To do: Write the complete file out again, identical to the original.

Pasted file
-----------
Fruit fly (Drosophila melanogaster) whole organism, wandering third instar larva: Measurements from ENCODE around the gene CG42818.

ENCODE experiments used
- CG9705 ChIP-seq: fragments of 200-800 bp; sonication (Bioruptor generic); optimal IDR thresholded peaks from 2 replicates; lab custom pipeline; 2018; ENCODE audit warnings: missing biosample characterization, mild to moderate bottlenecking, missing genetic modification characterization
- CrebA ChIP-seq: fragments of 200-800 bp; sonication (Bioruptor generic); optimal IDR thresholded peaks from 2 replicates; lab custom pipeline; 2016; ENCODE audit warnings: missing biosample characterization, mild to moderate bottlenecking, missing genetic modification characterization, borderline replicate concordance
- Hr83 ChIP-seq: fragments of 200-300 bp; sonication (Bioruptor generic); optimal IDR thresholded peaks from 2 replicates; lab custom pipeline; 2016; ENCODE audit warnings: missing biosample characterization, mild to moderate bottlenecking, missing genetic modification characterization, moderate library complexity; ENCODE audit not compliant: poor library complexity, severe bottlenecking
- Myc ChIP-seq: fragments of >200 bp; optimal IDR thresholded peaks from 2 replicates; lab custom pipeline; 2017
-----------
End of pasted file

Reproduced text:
Fruit fly (Drosophila melanogaster) whole organism, wandering third instar larva: Measurements from ENCODE around the gene CG42818.

ENCODE experiments used
- CG9705 ChIP-seq: fragments of 200-800 bp; sonication (Bioruptor generic); optimal IDR thresholded peaks from 2 replicates; lab custom pipeline; 2018; ENCODE audit warnings: missing biosample characterization, mild to moderate bottlenecking, missing genetic modification characterization
- CrebA ChIP-seq: fragments of 200-800 bp; sonication (Bioruptor generic); optimal IDR thresholded peaks from 2 replicates; lab custom pipeline; 2016; ENCODE audit warnings: missing biosample characterization, mild to moderate bottlenecking, missing genetic modification characterization, borderline replicate concordance
- Hr83 ChIP-seq: fragments of 200-300 bp; sonication (Bioruptor generic); optimal IDR thresholded peaks from 2 replicates; lab custom pipeline; 2016; ENCODE audit warnings: missing biosample characterization, mild to moderate bottlenecking, missing genetic modification characterization, moderate library complexity; ENCODE audit not compliant: poor library complexity, severe bottlenecking
- Myc ChIP-seq: fragments of >200 bp; optimal IDR thresholded peaks from 2 replicates; lab custom pipeline; 2017